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Re: The Cycling Thread
« Reply #3010 on: May 23, 2019, 12:20:53 AM »
Was good to get outside. I think a 2-hour ride will be in reach in a couple of weeks if I can keep up with the consistency.

I managed to do my first 2-hour ride in over a year yesterday. I have done several rides of nearly that duration in recent weeks but I have to take my time building up the resilience of my leg to cope OK.

Fitness is improving.

Some more pics of my local roads:








I think my next thing to do is to dust off the track bike, head to the local velodrome and do a few efforts. Maybe tomorrow.

Offline Alex Simmons

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Re: The Cycling Thread
« Reply #3011 on: May 24, 2019, 05:34:28 PM »
I dusted off my track bike and went to the local velodrome. When riding I noticed I hadn't really dusted it all that well! Could use a bit more of a wipe down.

Only did about 35 minutes with some short hard accelerations starting from a walking pace, one hard 30-sec effort and one hard effort of about 2.5 min.

It felt OK and peak power was fine (always is, it doesn't decline in the way aerobic fitness does with a lack of exercise). Leg felt fine doing the maximal efforts which is always good news. If I have issues going hard this is where I'll find out. I don't like doing this sort of work on the road bikes. The track bike is so much nicer for this. More solid, secure.

I do enjoy riding the track. I might put a short track session into my routine, maybe one per week/fortnight.

Offline lonely moa

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Re: The Cycling Thread
« Reply #3012 on: June 04, 2019, 02:32:02 PM »
Question for Alex; Is it true there is some bit of aerodynamic advantage for a closely followed cyclist?  I heard this on a podcast from a person that should know these things.  I seem to have thought that, taking part in local races, but it is a little counterintuitive.
"Pull the goalie", Malcolm Gladwell.

Offline Alex Simmons

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Re: The Cycling Thread
« Reply #3013 on: June 05, 2019, 12:39:52 AM »
Question for Alex; Is it true there is some bit of aerodynamic advantage for a closely followed cyclist?  I heard this on a podcast from a person that should know these things.  I seem to have thought that, taking part in local races, but it is a little counterintuitive.

Yes, it is true. I even performed an impromptu experiment and wrote about it here:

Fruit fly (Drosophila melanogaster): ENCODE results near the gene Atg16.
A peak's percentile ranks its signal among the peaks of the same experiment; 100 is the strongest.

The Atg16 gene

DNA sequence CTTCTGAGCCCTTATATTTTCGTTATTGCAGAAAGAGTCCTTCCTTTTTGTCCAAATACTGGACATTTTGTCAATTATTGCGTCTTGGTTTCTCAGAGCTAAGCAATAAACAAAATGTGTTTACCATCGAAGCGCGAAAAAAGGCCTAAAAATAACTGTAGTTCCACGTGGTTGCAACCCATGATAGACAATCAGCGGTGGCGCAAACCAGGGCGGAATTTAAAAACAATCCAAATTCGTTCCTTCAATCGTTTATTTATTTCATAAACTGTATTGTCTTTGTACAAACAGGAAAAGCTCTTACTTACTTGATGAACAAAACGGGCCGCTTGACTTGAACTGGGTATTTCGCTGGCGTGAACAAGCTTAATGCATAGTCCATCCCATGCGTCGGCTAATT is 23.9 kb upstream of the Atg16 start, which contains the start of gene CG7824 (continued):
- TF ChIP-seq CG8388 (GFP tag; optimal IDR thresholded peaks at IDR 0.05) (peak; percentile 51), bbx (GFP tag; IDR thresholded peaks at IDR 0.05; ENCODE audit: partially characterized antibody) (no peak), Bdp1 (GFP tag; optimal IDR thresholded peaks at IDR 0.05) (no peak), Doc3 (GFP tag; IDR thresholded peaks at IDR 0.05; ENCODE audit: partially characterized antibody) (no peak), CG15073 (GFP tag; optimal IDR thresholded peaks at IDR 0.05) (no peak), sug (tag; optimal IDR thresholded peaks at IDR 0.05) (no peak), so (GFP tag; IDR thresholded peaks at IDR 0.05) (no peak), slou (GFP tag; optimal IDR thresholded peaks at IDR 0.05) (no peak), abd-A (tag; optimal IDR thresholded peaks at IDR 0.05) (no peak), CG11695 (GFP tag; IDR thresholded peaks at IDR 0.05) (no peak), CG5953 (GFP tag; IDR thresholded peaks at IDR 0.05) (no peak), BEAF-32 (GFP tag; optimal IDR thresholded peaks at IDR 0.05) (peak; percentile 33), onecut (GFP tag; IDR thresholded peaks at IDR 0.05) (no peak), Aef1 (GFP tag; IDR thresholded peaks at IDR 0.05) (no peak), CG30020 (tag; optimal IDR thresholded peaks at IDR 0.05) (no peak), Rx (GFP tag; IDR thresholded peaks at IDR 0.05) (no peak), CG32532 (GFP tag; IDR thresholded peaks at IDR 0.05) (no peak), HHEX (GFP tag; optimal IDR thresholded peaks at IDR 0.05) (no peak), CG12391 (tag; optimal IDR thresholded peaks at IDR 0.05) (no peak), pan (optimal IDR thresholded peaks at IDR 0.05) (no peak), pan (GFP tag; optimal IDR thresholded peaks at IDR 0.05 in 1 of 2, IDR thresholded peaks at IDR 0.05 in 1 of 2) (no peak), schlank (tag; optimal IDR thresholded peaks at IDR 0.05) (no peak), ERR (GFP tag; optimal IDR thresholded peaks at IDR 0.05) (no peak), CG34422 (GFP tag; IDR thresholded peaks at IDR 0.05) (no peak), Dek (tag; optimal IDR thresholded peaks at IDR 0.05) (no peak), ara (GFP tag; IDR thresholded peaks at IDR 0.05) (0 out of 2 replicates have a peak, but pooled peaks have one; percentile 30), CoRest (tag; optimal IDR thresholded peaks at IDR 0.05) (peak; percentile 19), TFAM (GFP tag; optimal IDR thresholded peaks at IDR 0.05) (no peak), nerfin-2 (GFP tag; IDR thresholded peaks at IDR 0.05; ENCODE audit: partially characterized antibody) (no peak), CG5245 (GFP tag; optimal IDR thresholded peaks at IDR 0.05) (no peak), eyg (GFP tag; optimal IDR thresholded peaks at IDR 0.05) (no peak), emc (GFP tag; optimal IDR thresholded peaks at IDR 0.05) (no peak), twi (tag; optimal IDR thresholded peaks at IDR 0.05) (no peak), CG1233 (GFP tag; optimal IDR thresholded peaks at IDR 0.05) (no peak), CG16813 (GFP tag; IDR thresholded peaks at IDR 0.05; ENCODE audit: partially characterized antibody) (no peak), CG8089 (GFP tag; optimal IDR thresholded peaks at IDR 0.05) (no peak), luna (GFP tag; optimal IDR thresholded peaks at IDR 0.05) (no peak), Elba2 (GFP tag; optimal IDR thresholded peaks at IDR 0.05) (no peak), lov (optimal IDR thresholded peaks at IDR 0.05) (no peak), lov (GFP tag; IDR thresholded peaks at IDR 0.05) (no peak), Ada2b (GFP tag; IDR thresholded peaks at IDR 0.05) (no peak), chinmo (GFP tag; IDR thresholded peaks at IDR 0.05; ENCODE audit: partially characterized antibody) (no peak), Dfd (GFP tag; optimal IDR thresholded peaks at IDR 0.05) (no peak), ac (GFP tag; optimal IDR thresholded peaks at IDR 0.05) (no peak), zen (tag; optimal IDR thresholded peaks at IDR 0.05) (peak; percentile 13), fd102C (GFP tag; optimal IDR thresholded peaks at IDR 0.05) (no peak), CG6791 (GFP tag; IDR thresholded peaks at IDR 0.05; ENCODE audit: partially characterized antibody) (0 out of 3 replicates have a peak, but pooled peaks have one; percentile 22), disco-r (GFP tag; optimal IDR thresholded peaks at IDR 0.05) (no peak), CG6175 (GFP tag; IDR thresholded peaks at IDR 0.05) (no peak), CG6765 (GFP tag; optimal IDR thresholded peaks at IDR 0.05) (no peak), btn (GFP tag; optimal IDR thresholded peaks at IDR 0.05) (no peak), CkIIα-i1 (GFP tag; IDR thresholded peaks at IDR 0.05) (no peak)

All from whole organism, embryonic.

https://wattmatters.blog/home/2015/08/when-your-ride-buddy-becomes-real-drag.html

But it has also been examined with greater scientific rigour.

It become less counterintuitive when you think in these terms:

An object (e.g. a cyclist) moving through air has in front of it an area of high(er) pressure and behind it an area of low(er) pressure. Obviously that's over simplified but in essence that's what happens. This difference in pressure from front to rear is in essence the net force on the object, acting in the opposite direction to the cyclist.

So if you do things that reduce this pressure differential, then the drag experienced by a cyclist at the same velocity reduces.

If you place another object immediately behind the leading object then you are filling up the space previously occupied by the low pressure zone with another object's leading bow wave, which is (relative that following object) a higher pressure zone.

So the effect is that the low pressure zone behind the leading rider is now less deep and so the pressure differential for the leading rider is reduced. This means the power the lead rider requires to travel at the same velocity is reduced, or they can ride a bit faster for the same power.

It's not a big effect, of the order of a few percent reduction in the power demand for the leading rider. But it is definitely measurable with good testing protocol.

Offline lonely moa

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Re: The Cycling Thread
« Reply #3014 on: June 05, 2019, 02:59:54 PM »
Question for Alex; Is it true there is some bit of aerodynamic advantage for a closely followed cyclist?  I heard this on a podcast from a person that should know these things.  I seem to have thought that, taking part in local races, but it is a little counterintuitive.

Yes, it is true. I even performed an impromptu experiment and wrote about it here:
https://wattmatters.blog/home/2015/08/when-your-ride-buddy-becomes-real-drag.html

But it has also been examined with greater scientific rigour.

It become less counterintuitive when you think in these terms:

An object (e.g. a cyclist) moving through air has in front of it an area of high(er) pressure and behind it an area of low(er) pressure. Obviously that's over simplified but in essence that's what happens. This difference in pressure from front to rear is in essence the net force on the object, acting in the opposite direction to the cyclist.

So if you do things that reduce this pressure differential, then the drag experienced by a cyclist at the same velocity reduces.

If you place another object immediately behind the leading object then you are filling up the space previously occupied by the low pressure zone with another object's leading bow wave, which is (relative that following object) a higher pressure zone.

So the effect is that the low pressure zone behind the leading rider is now less deep and so the pressure differential for the leading rider is reduced. This means the power the lead rider requires to travel at the same velocity is reduced, or they can ride a bit faster for the same power.

It's not a big effect, of the order of a few percent reduction in the power demand for the leading rider. But it is definitely measurable with good testing protocol.

Thanks.  It makes sense .
"Pull the goalie", Malcolm Gladwell.